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Data Protection Commissioner investigating shops asking for customer email addresses after complaints

Her office has carried out a number of audits and will be issuing guidelines on e-receipts soon.

Image: Shutterstock/Monkey Business Images

COMPLAINTS ABOUT SHOPS asking for customer email addresses in order to send ‘e-receipts’ have led to the Data Protection Commissioner opening an investigation into the practice.

The Data Protection Commissioner, Helen Dixon, has told she has concerns about the practice, and has been undertaking audits to see if companies are using e-receipt data correctly.

She said in a statement that she is aware of this ‘e-receipt’ practice, and has “undertaken investigative work in this area”.

She pointed out: “There is no issue per se with a company issuing an e-receipt, but if the captured customer email address is used for the further purpose of issuing marketing emails without the consent of the customer, there may be a potential breach of marketing rules – Electronic Privacy Regulations (SI 336 of 2011).”

The commissioner has evidence “to show that some data controllers are using email addresses captured for the purpose of issuing e-receipts [and] subsequently using this information to issue marketing material”.

Her office has received a number of complaints about e-receipts.

The DPC has even been in touch with companies about the practice, and its audit team has “conducted a number of on site inspections which involved a specific focus on the issuing of e-receipts”.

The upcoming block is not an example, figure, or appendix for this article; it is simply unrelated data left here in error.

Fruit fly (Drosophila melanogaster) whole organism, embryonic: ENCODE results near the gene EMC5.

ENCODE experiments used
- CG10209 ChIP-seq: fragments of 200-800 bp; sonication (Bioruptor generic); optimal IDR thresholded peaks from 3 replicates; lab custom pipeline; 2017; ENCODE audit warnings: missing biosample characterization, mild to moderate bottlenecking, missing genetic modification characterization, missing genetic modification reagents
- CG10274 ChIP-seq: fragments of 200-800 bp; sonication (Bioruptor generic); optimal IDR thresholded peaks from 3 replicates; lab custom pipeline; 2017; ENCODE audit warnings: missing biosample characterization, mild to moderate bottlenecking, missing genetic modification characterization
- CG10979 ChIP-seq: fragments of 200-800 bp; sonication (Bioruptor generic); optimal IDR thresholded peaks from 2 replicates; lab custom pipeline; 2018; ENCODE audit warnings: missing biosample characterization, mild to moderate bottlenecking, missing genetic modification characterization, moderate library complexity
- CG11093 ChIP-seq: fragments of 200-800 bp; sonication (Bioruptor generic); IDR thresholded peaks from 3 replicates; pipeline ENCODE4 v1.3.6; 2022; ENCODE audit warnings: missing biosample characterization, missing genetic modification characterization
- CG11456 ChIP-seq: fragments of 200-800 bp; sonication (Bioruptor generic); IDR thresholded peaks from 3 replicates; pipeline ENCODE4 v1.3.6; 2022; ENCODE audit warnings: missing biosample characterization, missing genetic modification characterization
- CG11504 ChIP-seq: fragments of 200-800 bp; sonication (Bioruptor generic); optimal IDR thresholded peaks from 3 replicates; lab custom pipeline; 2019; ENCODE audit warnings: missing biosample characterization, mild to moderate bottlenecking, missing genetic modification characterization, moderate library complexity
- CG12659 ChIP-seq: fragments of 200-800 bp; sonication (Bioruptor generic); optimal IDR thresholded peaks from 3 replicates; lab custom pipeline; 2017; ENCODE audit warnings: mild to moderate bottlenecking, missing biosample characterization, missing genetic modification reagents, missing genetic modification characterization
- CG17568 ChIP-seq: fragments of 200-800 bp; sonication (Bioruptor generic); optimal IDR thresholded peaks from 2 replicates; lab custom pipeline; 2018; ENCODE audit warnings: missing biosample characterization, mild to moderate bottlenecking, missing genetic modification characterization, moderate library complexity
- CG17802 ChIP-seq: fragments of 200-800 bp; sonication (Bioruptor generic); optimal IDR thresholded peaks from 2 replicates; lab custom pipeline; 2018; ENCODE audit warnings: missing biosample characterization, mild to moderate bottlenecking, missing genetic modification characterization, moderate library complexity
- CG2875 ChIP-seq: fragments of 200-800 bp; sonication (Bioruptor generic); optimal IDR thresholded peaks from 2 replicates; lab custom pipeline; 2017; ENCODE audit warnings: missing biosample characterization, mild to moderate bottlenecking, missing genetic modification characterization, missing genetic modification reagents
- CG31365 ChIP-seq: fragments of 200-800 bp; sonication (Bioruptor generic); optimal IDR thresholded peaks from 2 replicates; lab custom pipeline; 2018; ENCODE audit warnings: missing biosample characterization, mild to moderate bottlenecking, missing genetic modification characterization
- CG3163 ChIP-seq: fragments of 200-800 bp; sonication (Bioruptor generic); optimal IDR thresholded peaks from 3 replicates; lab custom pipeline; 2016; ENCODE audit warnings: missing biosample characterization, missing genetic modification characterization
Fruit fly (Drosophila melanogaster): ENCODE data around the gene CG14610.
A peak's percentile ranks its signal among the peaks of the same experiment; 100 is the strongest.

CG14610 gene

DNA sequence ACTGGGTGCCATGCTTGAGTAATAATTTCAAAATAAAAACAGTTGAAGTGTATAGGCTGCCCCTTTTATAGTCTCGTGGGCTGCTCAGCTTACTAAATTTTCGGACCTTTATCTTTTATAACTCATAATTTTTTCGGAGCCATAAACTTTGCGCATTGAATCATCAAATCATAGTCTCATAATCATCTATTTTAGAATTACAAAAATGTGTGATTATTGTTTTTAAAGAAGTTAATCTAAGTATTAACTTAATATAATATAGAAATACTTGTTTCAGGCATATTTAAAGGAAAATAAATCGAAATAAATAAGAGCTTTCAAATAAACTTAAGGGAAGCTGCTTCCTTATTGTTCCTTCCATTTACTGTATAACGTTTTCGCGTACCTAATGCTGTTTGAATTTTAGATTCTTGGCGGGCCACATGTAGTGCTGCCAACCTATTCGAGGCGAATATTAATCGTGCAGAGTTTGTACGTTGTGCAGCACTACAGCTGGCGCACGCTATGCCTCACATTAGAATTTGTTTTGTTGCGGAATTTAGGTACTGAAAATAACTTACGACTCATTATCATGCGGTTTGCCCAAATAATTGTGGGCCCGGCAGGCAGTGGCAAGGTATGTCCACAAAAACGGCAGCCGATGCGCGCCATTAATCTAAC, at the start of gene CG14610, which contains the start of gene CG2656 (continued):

What can people do if they have concerns about being asked for their email address for an e-receipt?

The DPC said:

  • In essence, a customer does not have to give their email details to a retailer. It is optional and a person can simply receive their receipt in the normal way.
  • However, if they do opt to receive an e-receipt and subsequently receive marketing material without providing consent to receive such material, they may complain to this Office.

The DPC is currently drawing together its findings from the audits and investigations it has carried out in relation to e-receipts.

It will be issuing a statement on its findings within the next two weeks.

The office is also developing guidance in this area which will be publically available this autumn.

What are e-receipts?

Companies who issue e-receipts include Topshop, Clarks, Argos, and Shuh. Typically, the customer is asked at the point of sale if they could give their email address so that a receipt can be emailed to them. In most cases, a receipt or proof of purchase is also given to them at the till.

Topshop provides a way for customers to access their e-receipt if they haven’t received one, by using a code on their till receipt.

Customers can use their e-receipt in order to exchange or return items, meaning that if a paper receipt is lost, there will still be proof of purchase.

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An Argos e-receipt seen by contained details of the purchase, but also a link to an Argos email sign-up, and a link to a monthly prize draw.

The email also says:

We will use your personal information to process your order and may, where appropriate, provide you with exclusive offers, by post, email, text, and telephone, from our group companies and from other companies with whom we work.

It advises that the customer may opt-out of marketing communication by phoning its customer advisors on a specific phone number.

A Debenhams receipt contains all of the sale details, as well as a link to a short customer service survey.

It says at the bottom of the email:

Debenhams has sent you this email using a third party company and the details you provided are solely for the purpose of providing you with your e-Receipt.

What do you think of e-receipts? Tell us in the comments.

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